"Nor can a mortgage claim a right to insurance taken out by the mortgagor to protect his own interest, merely because the company in which the mortgagor insured the property in accordance with his mortgage covenant had become insolvent. [Nordyke Marmon Co. v. Gery, 112 Ind. 535, 13 N.E. 683.]

In the case of Wilson v. Hakes, 36 Ill. App. 539, cited by defendant, it was agreed the mortgagor would provide insurance in an amount sufficient to cover the indebtedness. The amount of insurance was not limited, but it must be sufficient to cover the indebtedness; and in that case the amount secured was not sufficient. Under such circumstances the court upheld a lien on enough of the additional insurance to comply with the terms of the mortgage. And in Ames v. Richardson, 29 Minn. 330, the insurance procured was not sufficient to pay the debt. The mortgagor had agreed to keep the property insured for $5200. The opinion holds the mortgagee had an equitable lien only upon the proceeds of a policy embraced in the agreement.

And so we find ourselves, in the case at bar, face to face with the question of construing the covenant to insure set out in the deed of trust. The testimony shows the Argusas provided Hill with $2500, insurance which he placed with a company of his own choosing, and for which the Agrusas paid the premiums. The covenant specified the property should be "constantly and satisfactorily insured in a sum of at least $2500." The testimony shows it was constantly insured and Hill testified it was satisfactory. Plaintiffs quote from Nordyke v. Gery, 112 Ind. 535, 539, 13 N.E. 683, as follows:

"It is abundantly settled that a mortgagee, merely as such, has no interest, either in law or equity, in a policy of insurance effected by the mortgagor upon the mortgaged premises for his own benefit, independent of any covenant or contract requiring the latter to insure for the benefit of the former. [1 Jones Mortg., section 401.]

"Between the insurer and the insured a policy of fire insurance is, as a general rule, purely a personal contract, by which the former agrees to indemnify the latter against any loss he may sustain by the destruction of his interest in the property insured.

. . . . . . .

"From what has preceded, the conclusion may be deduced that the right of a mortgagee to avail himself of the benefits of insurance taken out by the mortgagor depends wholly upon contract, and that his right to invoke the aid of a court of equity to enforce a lien upon money arising from unassigned policies effected by and in the name of the mortgagor depends entirely upon the existence of an unperformed executory agreement on the part of the mortgagor. When a contract has been fully and fairly executed according to its spirit and purpose, and to the acceptance of the party for whose benefit it was made, the consummation or performance of the contract leaves no room for the application of the equitable doctrine that equity treats that as done which ought to have been done. If a mortgagor, who has covenanted to insure the mortgaged premises for the benefit of the mortgagee, has effected solvent insurance, in good faith, in the name and to the acceptance of the mortgagee, to an amount adequate to secure the debt, then he has done that which ought to have done; if, in good faith, under the belief that he is affording the mortgagee valid indemnity, he keeps the policies so taken out alive until the mortgage debt is paid, or a loss occurs, he is not in default. This is according to the rule which declares, that `If a covenant be once properly performed, the covenanter shall be absolved from all liability, although the performance may by matter subsequent be defeated or rendered unavailing.' [Platt Covenants, 140.]"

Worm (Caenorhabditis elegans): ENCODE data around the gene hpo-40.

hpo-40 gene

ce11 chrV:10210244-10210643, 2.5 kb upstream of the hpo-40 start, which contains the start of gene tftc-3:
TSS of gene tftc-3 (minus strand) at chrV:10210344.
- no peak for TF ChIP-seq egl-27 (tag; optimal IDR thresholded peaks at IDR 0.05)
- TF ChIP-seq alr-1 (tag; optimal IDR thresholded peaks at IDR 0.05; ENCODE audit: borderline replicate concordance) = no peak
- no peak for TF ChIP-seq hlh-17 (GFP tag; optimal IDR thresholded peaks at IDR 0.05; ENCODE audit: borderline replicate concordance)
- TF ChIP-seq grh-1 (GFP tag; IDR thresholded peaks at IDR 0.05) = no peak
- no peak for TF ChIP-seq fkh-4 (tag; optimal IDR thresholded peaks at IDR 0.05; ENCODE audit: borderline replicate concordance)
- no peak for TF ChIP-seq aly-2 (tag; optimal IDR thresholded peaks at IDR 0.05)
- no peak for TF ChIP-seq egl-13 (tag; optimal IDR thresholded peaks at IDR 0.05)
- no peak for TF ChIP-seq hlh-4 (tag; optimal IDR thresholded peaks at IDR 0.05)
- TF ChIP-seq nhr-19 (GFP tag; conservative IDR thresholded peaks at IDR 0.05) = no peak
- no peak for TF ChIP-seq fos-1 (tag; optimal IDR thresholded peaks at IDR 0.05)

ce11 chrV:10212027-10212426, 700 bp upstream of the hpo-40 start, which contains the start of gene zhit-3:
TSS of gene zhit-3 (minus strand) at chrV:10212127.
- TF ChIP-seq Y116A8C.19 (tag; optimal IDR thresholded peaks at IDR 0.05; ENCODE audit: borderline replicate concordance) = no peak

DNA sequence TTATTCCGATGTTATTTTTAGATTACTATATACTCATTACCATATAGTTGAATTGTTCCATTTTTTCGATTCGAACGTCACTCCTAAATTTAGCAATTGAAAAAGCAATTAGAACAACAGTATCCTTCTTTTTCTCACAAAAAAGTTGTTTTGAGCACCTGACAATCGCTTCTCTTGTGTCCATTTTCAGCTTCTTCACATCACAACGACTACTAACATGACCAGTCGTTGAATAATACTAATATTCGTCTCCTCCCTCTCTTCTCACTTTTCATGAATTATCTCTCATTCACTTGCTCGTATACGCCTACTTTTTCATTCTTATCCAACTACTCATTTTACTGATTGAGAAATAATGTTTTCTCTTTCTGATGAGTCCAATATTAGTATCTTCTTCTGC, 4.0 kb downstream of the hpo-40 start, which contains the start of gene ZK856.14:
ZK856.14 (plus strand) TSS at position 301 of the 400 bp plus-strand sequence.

In the case of Hyde v. Ins. Co., 97 N.W. (Nebr.) 629, there was a covenant to take out insurance for the benefit of the mortgagee, but none was taken out. In Cromwell v. Ins. Co., 44 N.Y. 42, also cited by defendant, there was no specific amount named in the covenant to insure and the insured took out no protective insurance with a loss payable clause.

We have examined defendant's other citations and find they are not directly in point here. Whether or not plaintiffs held an insurable interest in the property in this suit is largely determinative of the point under consideration. In Key v. Ins. Co., 101 Mo. App. 344, it was held: "The owner of an equity of redemption may take out insurance to cover his interest." It is said in Jones on Mortgages (8 Ed.), section 489: